Annual low carbon investment will be fired up to around $5bn a year, a 10-fold jump on current levels. That means BP’s global renewable power generation will have gone from 2.5GW in 2019 to 50GW by the end of the decade, more than the whole of the UK currently has at its disposal. At the same time, its oil and gas production will shrink 40pc.
Even the company’s biggest critics had to acknowledge it is a bold step. Greenpeace UK’s chief scientist Doug Parr described it as “a pretty big change from BP”, while the green shareholder activist group Follow This said BP was “the first to walk the walk”.
And yet, it is still too soon for champagne corks. Five billion dollars is undoubtedly a big jump from the paltry $500m BP currently spends a year on green projects, but it is only one third of the $14bn to $16bn it will still be forking out on oil and gas drilling in 10 years’ time. And for that reason, there’s more reimagining needed.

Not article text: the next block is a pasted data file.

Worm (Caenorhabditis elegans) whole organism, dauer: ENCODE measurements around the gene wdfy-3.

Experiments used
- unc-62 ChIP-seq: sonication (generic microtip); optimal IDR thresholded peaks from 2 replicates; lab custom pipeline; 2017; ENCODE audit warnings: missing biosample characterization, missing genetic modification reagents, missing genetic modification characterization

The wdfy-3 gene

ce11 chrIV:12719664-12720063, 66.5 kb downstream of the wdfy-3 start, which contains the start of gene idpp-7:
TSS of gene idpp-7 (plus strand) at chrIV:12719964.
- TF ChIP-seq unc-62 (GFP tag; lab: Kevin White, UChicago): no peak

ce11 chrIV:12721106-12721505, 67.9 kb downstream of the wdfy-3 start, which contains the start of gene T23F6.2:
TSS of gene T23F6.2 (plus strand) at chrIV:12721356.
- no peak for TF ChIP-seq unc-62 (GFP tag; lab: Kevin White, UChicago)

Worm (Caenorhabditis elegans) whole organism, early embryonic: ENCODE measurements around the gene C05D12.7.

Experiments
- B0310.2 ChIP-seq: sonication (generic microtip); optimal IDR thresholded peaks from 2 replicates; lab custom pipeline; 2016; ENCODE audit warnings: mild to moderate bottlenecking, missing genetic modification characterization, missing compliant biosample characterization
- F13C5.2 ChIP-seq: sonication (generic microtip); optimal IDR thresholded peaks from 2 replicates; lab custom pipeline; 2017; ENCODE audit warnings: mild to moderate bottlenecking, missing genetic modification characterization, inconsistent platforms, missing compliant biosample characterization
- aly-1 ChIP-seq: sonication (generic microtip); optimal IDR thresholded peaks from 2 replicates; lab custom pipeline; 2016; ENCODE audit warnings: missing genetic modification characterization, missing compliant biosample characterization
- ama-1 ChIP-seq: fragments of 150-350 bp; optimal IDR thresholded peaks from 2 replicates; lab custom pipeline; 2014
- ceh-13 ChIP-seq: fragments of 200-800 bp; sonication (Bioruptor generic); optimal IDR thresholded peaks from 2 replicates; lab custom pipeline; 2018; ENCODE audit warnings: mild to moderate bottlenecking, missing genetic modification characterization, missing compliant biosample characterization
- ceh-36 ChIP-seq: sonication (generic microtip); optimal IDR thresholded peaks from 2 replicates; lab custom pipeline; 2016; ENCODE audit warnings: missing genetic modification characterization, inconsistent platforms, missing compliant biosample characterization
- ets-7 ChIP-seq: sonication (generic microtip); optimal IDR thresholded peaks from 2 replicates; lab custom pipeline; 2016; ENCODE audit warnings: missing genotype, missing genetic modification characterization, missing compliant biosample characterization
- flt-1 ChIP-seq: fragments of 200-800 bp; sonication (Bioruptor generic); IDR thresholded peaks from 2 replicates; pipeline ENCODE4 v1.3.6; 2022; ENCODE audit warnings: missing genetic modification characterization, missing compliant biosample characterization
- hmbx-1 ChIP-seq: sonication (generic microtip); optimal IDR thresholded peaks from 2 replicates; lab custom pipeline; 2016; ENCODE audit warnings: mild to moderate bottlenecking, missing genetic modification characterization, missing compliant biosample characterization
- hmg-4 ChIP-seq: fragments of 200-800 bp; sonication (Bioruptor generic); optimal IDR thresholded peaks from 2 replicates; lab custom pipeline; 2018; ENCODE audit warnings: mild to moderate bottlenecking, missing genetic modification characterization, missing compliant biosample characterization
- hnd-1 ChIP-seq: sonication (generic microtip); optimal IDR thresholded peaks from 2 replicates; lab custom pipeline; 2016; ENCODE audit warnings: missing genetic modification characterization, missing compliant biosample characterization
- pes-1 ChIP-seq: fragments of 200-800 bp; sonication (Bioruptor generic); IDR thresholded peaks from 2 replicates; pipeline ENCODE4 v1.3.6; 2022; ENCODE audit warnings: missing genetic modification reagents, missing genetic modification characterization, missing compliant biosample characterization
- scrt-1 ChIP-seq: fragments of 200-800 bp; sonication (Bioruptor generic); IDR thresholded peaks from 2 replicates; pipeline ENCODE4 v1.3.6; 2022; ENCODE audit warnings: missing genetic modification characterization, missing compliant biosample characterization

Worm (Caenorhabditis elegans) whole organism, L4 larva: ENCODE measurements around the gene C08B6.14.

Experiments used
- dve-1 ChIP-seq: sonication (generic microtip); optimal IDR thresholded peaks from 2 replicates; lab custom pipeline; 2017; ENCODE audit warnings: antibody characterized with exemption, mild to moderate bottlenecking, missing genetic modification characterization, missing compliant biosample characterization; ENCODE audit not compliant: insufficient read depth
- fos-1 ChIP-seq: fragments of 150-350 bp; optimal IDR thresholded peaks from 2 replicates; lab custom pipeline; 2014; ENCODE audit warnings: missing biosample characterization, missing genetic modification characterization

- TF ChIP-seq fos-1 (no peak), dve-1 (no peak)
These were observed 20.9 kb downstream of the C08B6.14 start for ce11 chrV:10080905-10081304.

Diageo’s lockdown hangover
Like all companies, this year has been one of “two halves” for drinks giant Diageo but its problem is that people haven’t been drinking enough halves, or shots, or cans, or any other measures.
There’s an assumption that while the human race has been holed up at home during lockdown, everyone has been getting sozzled in their pyjamas while watching Homes Under the Hammer or whatever the overseas equivalent is.
That may actually be true but the Guinness and Johnnie Walker whisky maker relies on pubs, clubs and restaurants for a big chunk of its trade, and with drinking venues closed from the end of March until July, profits have halved and the company has taken a £1.3bn hit on the value of various units.